Ikea's "Chuck out your chintz" ads changed British taste, says the man who wrote the slogan

Design Indaba 2016: the 1996 ad campaign that encouraged British housewives to throw away their fussy furnishings helped transform attitudes to design, according to ad executive Naresh Ramchandani (+ movie).

Ramchandani, who wrote the slogan and the song that accompanied the TV advert, said the campaign ushered in a new era of clean, contemporary design to the average British household.

"It was proper piece of propaganda; total propaganda," Ramchandani told Dezeen. "We pitched for it and we won with a preposterous idea: our strategy was to change British taste over the next five years.

Ramchandani agreed that the campaign achieved its aim, becoming part of a wider cultural and social sea change that gained momentum with Tony Blair's election victory the following year.

"Tony Blair sweeping to power really helped it, because in Britain it felt like it was time for a new broom," said Ramchandani, speaking to Dezeen after speaking at the Design Indaba conference in Cape Town last week.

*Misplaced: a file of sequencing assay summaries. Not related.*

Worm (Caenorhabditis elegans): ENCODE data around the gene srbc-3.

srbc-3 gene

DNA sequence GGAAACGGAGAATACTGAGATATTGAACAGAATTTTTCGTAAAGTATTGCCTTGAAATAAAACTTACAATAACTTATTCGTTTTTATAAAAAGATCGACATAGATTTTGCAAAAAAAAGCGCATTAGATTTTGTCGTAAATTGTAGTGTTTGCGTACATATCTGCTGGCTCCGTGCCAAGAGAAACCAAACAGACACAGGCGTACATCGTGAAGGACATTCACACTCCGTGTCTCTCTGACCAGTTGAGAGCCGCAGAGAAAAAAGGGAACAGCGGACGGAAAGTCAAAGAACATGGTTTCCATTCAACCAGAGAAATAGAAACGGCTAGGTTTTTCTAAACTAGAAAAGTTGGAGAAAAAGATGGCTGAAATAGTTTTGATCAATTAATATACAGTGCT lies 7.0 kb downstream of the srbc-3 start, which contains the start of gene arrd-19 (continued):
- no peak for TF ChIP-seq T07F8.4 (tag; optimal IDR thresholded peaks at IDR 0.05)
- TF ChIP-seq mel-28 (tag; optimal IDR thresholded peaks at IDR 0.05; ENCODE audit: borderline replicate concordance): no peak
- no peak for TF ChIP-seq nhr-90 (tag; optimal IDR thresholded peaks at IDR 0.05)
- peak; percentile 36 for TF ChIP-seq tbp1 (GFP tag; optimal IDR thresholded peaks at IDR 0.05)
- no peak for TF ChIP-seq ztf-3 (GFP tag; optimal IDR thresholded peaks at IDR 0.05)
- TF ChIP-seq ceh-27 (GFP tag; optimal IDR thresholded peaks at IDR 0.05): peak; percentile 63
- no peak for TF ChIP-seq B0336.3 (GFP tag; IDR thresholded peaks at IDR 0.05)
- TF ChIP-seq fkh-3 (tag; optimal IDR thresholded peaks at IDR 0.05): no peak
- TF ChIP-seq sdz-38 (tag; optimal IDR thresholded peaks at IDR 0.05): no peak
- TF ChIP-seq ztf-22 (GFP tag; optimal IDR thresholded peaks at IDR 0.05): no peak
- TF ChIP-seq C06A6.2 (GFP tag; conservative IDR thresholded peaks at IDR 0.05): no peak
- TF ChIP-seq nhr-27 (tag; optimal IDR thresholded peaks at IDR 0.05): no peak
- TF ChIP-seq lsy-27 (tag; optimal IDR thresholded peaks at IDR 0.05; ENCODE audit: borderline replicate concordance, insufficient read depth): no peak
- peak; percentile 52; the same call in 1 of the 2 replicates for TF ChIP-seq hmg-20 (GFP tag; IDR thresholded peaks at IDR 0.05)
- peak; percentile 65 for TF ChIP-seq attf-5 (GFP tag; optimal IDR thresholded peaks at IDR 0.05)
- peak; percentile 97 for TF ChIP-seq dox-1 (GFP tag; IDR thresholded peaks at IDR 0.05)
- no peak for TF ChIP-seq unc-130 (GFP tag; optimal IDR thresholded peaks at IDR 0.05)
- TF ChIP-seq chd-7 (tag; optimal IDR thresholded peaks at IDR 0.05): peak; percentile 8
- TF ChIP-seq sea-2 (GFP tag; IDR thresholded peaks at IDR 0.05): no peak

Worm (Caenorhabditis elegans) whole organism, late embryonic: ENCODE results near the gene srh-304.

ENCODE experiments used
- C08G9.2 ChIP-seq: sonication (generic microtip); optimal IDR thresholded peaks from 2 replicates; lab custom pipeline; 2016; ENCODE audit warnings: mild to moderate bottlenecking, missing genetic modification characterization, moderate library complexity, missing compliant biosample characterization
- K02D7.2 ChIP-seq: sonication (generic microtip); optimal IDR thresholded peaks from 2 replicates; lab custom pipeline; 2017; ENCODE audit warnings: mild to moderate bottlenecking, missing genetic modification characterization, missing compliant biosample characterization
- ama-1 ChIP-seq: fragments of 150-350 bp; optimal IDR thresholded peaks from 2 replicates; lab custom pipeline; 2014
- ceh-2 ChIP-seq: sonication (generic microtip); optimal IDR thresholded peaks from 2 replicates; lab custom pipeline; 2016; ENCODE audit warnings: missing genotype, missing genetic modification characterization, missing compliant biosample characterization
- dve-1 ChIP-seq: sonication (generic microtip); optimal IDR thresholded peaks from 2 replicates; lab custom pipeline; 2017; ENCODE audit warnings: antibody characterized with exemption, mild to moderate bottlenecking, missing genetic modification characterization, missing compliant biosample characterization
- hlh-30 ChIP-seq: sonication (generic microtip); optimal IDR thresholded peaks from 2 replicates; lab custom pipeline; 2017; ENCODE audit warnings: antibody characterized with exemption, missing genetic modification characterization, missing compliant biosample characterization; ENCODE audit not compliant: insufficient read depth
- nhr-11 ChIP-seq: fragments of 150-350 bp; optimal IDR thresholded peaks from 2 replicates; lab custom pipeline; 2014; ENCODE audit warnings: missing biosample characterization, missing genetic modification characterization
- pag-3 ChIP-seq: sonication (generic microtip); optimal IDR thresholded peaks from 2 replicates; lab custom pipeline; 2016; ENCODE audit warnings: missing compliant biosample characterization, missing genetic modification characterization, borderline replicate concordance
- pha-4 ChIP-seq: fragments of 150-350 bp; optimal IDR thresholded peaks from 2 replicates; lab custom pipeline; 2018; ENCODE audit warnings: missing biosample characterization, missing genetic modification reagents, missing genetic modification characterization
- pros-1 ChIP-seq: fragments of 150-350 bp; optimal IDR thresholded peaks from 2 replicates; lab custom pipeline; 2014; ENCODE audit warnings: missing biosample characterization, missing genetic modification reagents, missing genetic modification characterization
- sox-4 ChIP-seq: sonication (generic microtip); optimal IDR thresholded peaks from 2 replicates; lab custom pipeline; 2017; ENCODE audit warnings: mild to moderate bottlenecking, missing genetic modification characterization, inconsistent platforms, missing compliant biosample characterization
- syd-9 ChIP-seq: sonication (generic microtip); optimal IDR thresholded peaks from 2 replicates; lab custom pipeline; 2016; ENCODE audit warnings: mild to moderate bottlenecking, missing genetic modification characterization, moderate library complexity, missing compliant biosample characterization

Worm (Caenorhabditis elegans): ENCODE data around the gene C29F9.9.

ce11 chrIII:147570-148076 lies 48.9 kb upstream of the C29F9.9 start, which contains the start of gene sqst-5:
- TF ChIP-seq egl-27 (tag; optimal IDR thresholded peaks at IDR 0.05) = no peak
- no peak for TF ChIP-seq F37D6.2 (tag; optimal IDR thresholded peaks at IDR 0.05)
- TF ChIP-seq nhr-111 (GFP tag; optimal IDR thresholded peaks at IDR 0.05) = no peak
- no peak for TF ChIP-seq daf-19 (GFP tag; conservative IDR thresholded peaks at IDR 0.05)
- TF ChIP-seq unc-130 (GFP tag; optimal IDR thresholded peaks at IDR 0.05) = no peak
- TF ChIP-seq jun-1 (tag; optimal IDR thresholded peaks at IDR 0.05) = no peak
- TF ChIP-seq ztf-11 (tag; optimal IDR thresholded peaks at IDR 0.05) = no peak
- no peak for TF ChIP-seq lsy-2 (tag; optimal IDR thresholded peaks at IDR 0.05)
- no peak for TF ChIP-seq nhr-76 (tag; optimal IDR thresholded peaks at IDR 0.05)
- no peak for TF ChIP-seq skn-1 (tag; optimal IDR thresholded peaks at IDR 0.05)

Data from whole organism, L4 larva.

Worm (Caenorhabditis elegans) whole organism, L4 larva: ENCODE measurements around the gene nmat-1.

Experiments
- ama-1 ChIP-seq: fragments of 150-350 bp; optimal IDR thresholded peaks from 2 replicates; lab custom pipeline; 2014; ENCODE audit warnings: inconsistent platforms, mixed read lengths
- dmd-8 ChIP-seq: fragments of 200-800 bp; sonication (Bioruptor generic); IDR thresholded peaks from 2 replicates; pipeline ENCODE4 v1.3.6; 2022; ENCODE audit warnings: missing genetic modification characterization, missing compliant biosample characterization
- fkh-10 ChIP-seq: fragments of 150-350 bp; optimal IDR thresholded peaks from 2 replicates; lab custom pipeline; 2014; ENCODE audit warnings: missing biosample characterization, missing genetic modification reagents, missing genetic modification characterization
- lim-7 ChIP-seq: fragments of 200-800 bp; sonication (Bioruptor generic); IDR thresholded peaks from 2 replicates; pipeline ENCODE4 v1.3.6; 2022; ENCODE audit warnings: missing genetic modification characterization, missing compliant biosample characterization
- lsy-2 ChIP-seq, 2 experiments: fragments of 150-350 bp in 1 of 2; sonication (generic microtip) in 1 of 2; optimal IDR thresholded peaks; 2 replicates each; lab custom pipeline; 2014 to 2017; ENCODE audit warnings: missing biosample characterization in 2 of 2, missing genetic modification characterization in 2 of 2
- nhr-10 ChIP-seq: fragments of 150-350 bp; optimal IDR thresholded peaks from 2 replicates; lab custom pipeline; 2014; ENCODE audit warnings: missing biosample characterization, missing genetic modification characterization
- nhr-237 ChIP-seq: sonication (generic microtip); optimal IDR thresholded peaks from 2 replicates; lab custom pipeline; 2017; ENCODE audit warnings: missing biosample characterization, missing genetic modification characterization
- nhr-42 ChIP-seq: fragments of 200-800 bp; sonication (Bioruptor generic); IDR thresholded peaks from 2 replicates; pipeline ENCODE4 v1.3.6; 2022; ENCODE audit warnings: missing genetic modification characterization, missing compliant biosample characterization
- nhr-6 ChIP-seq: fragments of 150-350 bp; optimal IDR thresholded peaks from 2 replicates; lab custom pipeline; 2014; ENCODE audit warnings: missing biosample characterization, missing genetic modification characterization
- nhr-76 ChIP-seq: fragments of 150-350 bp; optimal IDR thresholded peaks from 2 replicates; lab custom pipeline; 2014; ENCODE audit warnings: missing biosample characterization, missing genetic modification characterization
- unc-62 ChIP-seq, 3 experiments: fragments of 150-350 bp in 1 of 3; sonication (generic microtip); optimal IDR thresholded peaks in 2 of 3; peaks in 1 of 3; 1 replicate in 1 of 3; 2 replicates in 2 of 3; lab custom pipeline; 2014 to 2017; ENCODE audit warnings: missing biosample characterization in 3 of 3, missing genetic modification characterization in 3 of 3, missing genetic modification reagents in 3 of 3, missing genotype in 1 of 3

"There was even a headline in The Daily Express I think, which said 'Downing Street chucks out its chintz' when John Major left and Tony Blair came in."

At first, however, the ad caused a furore. "There was a massive backlash," said Ramchandani. "[Actress] Kathy Burke said the phrase was the worst thing in the world. Traditionalists obviously hated it."

Ramchandani, now a partner at design agency Pentagram in London, came up with the idea while working at St Luke's, the advertising agency he co-founded....more 

At the time Ikea was struggling to sell its cheap, modern furniture in the UK, where consumers still preferred old-fashioned furnishings epitomised by chintz, a type of highly patterned printed cotton with a shiny finish that was widely used for upholstery and curtains.

"'Chuck out your chintz' started with an observation on how Ikea was doing in the country at the time, in 1996, when their furniture wasn't really going down very well," said Ramchandani, who realised that the ad needed to target women, who made most of the decisions regarding the home but who were not interested in Ikea's brand of cheery Modernism....more